Louise established her new company Vivas, but limited herself to three days a week because she wanted a portfolio career. She became deputy chairman of PITO, the Police IT Organisation, tasked with implementing common IT systems and running the Police National Computer.
Some of her more interesting risk management tasks were on the communications side: preparing organisations for coping with breaches, mitigating the risks, managing the situation, dealing with customers and protecting reputation. Overall though she takes greatest pride in the fact that work she did for her doctorate was published in Nature, so she is really still a scientist at heart.
Having spent time in both public and private sectors, Louise sees a very different approach to research: the public sector justifies work more on the basis of its potential importance and impact rather than its feasibility. So, people may work on an area for decades without getting anywhere because the external technical developments that would enable real progress are not yet in place. Commercial firms have to be more realistic and apply a risk based approach. They might revisit key innovative ideas from time to time, but they will stop research projects that are unlikely to deliver. There are lots of government research projects that should be halted, until the risks of failure have been reduced by parallel research programmes or other external factors.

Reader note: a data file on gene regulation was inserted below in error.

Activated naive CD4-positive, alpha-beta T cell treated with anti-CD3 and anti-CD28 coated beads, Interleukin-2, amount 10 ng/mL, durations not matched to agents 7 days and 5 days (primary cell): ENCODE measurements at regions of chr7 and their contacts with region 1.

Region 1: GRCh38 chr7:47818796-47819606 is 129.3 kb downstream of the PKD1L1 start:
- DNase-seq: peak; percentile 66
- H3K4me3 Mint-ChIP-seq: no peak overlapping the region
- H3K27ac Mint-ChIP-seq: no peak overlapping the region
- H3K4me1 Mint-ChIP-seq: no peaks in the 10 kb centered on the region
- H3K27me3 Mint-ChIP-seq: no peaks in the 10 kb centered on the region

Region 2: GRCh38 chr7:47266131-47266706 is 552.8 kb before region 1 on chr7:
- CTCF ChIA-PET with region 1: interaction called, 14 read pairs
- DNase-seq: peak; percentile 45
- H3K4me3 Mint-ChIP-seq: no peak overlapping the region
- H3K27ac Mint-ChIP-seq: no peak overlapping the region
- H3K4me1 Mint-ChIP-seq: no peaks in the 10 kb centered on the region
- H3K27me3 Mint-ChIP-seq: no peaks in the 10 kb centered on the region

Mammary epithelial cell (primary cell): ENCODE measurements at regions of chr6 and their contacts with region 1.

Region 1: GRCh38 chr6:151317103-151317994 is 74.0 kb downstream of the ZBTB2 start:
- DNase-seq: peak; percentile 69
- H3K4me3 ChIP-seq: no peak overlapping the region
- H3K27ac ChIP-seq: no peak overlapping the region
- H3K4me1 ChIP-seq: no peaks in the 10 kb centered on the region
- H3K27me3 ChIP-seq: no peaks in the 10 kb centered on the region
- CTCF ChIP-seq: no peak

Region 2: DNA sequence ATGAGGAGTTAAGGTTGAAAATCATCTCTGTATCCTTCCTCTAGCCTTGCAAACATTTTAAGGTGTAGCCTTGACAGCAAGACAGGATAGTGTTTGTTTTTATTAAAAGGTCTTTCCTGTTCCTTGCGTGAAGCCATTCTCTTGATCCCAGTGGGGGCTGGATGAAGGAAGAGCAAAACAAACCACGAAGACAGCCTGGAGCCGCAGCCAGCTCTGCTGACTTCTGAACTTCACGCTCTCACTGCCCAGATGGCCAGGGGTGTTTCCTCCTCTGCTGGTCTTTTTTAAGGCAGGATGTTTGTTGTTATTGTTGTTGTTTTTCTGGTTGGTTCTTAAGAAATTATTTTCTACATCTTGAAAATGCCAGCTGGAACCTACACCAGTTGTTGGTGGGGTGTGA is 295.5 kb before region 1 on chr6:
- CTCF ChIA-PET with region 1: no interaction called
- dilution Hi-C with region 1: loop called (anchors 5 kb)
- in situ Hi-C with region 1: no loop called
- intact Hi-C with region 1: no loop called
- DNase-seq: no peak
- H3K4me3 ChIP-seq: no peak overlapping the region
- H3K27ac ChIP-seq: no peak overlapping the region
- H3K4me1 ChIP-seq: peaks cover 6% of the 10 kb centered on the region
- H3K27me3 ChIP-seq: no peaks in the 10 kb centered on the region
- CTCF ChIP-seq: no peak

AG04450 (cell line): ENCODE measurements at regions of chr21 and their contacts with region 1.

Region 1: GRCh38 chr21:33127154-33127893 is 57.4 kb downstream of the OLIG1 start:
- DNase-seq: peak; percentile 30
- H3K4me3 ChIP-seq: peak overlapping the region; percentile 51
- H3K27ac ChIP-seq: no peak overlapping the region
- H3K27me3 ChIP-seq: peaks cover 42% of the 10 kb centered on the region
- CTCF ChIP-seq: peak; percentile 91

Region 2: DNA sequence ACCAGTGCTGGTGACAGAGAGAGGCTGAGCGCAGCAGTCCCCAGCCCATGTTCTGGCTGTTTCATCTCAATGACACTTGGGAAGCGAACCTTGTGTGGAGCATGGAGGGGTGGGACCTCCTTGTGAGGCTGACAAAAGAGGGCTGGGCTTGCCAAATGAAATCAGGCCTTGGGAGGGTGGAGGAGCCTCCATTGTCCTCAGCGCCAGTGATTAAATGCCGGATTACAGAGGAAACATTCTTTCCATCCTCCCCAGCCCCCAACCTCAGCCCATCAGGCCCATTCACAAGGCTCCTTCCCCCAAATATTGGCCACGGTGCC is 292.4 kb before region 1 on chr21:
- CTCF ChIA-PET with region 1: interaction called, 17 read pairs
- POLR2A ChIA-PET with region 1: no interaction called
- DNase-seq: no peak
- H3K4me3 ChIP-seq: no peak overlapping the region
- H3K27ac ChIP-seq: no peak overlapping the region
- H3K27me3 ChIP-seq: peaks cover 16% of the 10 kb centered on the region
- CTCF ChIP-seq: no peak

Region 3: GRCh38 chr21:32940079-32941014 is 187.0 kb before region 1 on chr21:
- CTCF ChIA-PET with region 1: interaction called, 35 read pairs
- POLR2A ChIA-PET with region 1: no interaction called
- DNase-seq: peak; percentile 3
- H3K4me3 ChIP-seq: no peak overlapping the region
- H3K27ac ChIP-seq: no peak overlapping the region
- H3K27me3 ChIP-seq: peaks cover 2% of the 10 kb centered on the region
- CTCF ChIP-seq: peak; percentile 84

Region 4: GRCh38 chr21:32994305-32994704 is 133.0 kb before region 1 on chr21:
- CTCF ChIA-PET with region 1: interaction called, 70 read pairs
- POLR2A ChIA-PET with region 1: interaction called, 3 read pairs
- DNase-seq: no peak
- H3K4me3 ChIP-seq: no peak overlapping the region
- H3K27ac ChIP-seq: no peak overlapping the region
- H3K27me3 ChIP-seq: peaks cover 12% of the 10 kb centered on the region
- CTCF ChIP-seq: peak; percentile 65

The ethics of data collection and big data analysis are very important and very problematic. GDPR has helped because it forces organisation to think more carefully about the data they collect, how they use it and how long they keep it. Legacy systems are particularly problematic here because it is very tricky to move to new systems: doing this carelessly, without attention to detail, without piloting, without parallel running, can lead to huge problems. If the data is poor quality or unsuitable, if people do not understand the algorithms or the models they are using then things can go very wrong. This is really a very dangerous tendency.
In a security context, security has to be handled like a safety critical system. It is absolutely essential to know how things work, how the algorithms work. The people who use it must really understand it, and this applies equally whether it is in the public or the private sector.
In emergency situations the key is that the scenario has been rehearsed, that people know “where the fire escapes are and which ones are blocked”, and apply that thinking at a management level.